Once a week, in a video segment called Take 2, Boston Globe critics Ty Burr and Wesley Morris sit down together to dish about the movies they review. For Top Places to Work, we asked them to do a segment for us on how Hollywood portrays working.
Ty Burr We’re talking about movies about what it’s like to have a job and work with people.
Wesley Morris Either according to the movies, or according to life as captured by the movies. So along the second line, there are the movies of Frederick Wiseman.
Burr He’s been making documentaries where he just goes to a place; a hospital, a high school. He just films. The most recent is a Paris nude review, which is actually a fascinating movie about people who do this for work.
Morris Even if you’re an exotic dancer, you’re also working.
Burr But that’s not how Hollywood conventionally thinks of workplace movies.
Morris Hollywood conventionally thinks of workplace movies as people going to an office and toiling either for a boss they don’t like. And the protagonist is smarter than everyone else.
Burr But victimized for that.
Morris And work is hell for that person.
Burr The archetype for the modern workplace movie is probably “The Apartment,’’ 1960. Jack Lemmon. All his bosses using his apartment for middle-of-the-day quickies. It’s also probably the first workplace comedy to have the very modern, acrid, cynical tone. It’s a very short line from “The Apartment’’ to “Office Space,’’ in terms of cubicle farms and everything. The soul-sucking reality.
Morris Depressing truth.
Burr Of working at a large firm.
Morris You are smarter than your boss. Your boss doesn’t even understand what it is you do. You yourself are trapped in something you don’t really quite understand. There’s a Kafkaesque element to some of these jobs.
Burr In none of this are we speaking personally.
Morris The personal aspect is why some work movies work, like “9 to 5.’’ It’s a good example of a farcical take on working, focused on sexism and feminism in the pre-1980s workspace.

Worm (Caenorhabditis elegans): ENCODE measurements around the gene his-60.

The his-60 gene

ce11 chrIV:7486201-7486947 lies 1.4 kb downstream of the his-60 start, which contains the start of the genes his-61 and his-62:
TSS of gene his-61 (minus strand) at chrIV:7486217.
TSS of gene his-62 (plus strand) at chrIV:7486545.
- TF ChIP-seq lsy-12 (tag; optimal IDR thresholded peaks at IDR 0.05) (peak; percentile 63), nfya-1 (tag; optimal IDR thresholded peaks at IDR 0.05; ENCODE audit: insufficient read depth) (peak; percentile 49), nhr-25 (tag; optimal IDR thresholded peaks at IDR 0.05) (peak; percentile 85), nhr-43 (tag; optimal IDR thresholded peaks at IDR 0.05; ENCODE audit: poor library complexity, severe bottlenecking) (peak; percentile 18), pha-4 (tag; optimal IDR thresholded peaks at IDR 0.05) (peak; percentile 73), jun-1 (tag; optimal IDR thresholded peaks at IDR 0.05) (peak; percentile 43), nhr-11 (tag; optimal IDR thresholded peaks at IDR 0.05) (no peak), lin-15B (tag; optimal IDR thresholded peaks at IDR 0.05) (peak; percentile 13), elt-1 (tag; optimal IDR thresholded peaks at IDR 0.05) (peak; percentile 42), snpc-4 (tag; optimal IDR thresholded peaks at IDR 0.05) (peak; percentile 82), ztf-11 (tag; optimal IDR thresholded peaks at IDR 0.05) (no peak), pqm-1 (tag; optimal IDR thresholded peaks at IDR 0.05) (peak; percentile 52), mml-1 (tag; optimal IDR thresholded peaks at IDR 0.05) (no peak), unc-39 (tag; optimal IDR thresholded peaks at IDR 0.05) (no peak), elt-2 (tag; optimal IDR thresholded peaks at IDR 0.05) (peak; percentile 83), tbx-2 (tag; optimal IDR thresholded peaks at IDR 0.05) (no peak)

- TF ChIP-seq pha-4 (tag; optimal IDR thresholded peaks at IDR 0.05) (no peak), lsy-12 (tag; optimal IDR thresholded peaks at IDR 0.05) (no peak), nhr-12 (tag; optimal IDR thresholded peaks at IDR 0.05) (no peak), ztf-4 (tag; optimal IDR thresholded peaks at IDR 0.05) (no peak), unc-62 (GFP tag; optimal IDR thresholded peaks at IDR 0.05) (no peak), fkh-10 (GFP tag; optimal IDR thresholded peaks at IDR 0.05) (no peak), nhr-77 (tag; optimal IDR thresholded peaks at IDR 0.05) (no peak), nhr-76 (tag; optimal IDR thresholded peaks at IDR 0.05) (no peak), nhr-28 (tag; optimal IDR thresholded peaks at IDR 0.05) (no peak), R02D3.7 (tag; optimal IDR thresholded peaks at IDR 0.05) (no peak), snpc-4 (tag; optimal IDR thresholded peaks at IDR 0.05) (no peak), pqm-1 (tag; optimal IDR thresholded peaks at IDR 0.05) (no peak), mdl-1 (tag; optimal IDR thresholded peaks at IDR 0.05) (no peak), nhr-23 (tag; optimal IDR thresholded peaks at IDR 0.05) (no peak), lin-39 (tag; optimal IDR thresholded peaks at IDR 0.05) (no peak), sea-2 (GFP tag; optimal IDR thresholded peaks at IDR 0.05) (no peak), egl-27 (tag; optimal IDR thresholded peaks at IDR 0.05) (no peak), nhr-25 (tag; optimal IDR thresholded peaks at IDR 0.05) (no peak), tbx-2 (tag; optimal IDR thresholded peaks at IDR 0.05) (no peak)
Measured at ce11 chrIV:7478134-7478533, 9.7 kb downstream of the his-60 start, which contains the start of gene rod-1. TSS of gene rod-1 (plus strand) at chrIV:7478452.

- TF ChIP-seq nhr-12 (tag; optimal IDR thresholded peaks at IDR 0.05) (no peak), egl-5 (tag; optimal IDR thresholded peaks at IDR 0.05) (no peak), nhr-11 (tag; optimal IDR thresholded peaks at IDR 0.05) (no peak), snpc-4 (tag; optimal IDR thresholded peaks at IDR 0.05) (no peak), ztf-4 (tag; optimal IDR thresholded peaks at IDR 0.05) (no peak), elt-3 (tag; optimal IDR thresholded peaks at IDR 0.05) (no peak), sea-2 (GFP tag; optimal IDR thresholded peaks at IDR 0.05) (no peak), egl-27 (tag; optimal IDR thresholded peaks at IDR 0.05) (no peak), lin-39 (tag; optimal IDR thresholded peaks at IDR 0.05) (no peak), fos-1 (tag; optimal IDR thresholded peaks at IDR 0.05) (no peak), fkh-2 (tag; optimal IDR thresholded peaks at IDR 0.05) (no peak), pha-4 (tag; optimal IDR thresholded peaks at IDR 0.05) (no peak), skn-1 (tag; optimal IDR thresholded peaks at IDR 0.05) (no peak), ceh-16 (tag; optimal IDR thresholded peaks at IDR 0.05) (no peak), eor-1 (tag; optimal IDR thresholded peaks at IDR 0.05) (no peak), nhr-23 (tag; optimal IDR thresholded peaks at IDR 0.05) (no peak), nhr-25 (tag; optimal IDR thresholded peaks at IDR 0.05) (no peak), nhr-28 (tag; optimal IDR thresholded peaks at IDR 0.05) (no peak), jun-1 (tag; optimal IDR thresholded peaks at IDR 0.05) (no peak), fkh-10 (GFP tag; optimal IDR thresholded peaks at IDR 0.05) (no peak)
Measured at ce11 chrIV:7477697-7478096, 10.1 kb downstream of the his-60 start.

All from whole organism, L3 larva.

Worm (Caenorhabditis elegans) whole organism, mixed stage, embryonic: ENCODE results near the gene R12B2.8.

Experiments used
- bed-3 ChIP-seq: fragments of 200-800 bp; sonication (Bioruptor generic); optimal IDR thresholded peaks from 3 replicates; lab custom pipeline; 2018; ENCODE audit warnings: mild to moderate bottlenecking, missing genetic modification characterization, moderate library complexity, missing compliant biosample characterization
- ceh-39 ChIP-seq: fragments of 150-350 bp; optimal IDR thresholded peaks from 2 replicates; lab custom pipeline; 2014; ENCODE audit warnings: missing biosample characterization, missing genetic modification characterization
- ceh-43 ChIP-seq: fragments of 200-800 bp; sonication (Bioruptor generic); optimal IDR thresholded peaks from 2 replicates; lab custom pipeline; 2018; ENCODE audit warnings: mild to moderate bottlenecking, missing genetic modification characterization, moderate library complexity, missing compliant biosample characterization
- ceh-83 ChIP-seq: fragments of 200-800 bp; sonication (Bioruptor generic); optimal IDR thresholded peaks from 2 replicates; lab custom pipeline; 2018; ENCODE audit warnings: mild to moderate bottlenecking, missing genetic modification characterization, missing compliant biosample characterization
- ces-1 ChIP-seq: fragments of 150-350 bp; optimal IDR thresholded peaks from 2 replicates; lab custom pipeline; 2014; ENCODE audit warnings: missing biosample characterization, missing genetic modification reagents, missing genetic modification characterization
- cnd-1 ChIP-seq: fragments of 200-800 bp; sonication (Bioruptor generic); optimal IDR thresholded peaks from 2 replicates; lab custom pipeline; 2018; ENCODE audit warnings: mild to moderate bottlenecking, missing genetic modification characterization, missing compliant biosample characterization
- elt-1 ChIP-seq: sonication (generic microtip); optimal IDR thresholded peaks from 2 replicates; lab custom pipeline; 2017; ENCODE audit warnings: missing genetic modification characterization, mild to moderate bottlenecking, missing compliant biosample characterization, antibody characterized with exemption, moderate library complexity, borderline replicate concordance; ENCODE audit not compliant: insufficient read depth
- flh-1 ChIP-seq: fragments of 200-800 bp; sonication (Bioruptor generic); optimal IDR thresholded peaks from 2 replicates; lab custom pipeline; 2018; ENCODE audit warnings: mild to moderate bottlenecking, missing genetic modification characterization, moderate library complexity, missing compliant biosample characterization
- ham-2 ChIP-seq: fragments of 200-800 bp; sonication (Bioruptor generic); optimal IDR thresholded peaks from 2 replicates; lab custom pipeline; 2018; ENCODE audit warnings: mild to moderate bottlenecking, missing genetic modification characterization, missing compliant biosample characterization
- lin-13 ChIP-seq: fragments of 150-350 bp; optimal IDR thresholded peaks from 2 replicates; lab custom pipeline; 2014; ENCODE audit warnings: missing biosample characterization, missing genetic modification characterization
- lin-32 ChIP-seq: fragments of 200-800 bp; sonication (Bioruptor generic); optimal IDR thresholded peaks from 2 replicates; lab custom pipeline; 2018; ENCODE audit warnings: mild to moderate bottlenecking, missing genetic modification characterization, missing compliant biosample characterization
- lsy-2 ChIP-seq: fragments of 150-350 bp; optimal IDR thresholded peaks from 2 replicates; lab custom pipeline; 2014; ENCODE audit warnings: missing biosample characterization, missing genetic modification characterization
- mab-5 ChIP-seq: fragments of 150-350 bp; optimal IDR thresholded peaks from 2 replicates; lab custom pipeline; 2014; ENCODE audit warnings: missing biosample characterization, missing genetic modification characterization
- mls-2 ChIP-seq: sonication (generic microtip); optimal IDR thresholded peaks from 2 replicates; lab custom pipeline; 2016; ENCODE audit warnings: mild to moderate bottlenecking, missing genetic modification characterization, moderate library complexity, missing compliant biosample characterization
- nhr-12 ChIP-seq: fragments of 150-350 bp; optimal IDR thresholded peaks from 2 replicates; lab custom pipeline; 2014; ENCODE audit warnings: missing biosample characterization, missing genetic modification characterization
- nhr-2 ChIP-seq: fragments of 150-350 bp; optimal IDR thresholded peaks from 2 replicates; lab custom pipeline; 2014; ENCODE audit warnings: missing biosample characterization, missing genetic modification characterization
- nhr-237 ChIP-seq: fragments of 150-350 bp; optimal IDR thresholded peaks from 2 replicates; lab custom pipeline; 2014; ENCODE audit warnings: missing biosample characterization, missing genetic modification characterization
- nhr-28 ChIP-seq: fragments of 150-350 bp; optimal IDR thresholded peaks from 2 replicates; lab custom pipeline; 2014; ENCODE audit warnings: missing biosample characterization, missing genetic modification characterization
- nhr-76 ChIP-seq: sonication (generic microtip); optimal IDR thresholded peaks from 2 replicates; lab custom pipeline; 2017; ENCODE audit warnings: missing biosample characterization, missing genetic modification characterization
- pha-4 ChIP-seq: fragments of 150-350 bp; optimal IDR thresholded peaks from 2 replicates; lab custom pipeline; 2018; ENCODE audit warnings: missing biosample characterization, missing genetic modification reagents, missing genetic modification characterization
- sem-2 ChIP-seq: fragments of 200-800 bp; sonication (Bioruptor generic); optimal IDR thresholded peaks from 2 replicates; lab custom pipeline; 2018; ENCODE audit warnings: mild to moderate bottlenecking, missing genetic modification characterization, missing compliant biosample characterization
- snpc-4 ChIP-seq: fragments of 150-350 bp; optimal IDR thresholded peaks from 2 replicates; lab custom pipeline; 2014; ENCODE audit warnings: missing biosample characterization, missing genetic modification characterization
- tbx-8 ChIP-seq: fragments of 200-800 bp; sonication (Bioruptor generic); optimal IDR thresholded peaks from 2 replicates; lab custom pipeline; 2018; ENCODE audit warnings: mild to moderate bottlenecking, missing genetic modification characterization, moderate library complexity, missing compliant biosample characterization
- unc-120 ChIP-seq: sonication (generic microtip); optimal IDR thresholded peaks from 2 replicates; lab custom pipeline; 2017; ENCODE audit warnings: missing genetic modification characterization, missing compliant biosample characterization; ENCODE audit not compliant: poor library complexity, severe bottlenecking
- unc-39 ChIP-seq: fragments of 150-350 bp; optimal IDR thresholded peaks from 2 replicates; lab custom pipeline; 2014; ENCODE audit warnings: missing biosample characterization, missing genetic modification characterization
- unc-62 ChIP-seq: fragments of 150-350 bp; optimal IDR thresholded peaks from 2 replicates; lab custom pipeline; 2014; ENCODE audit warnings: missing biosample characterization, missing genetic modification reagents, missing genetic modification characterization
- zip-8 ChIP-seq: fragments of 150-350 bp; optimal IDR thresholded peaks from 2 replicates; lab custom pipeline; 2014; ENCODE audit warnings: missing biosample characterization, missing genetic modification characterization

Burr It’s the feminist “Apartment.’’
Morris Then you have a really bad example, like “Horrible Bosses.’’
Burr It thinks it’s a “9 to 5,’’ but has no reality. The people who made this movie have never worked in an office situation.
Morris There are things that you can tell are false because the people who made them have never had the actual jobs they’re writing about. You get very few movies about people who do the work that most of us do. You’ve got a lot of movies about journalists. “All the President’s Men’’ is a really good movie about working at a newspaper.
Burr “Up in the Air’’ is a very good modern workplace movie in that it takes place not in an office, but out in the world.
Morris In a weird way, it’s the most modern of work movies, in that it takes place in a time where people are no longer chained to their desks. And the people who are chained to their desks are going down in some sort of sinking ship.
Burr Right, and there’s been a lot of those recently. “The Company Men’’ is as sharp as “Up in the Air,’’ but still deals with this gnawing anxiety that you can hold on to your desk until you sink down with it.
Morris There’s always someone above you to tell you that you don’t need the job.
Burr You know what one of my favorite work movies is? “The Shop around the Corner.’’ It’s about what it’s like to work for people where you get to know everything about them without really sometimes wanting to. At the end of the day, they’re your family.
Morris That’s kind of what it’s like to work here.
Burr That’s it. I’m Ty Burr.
Morris I’m Wesley Morris.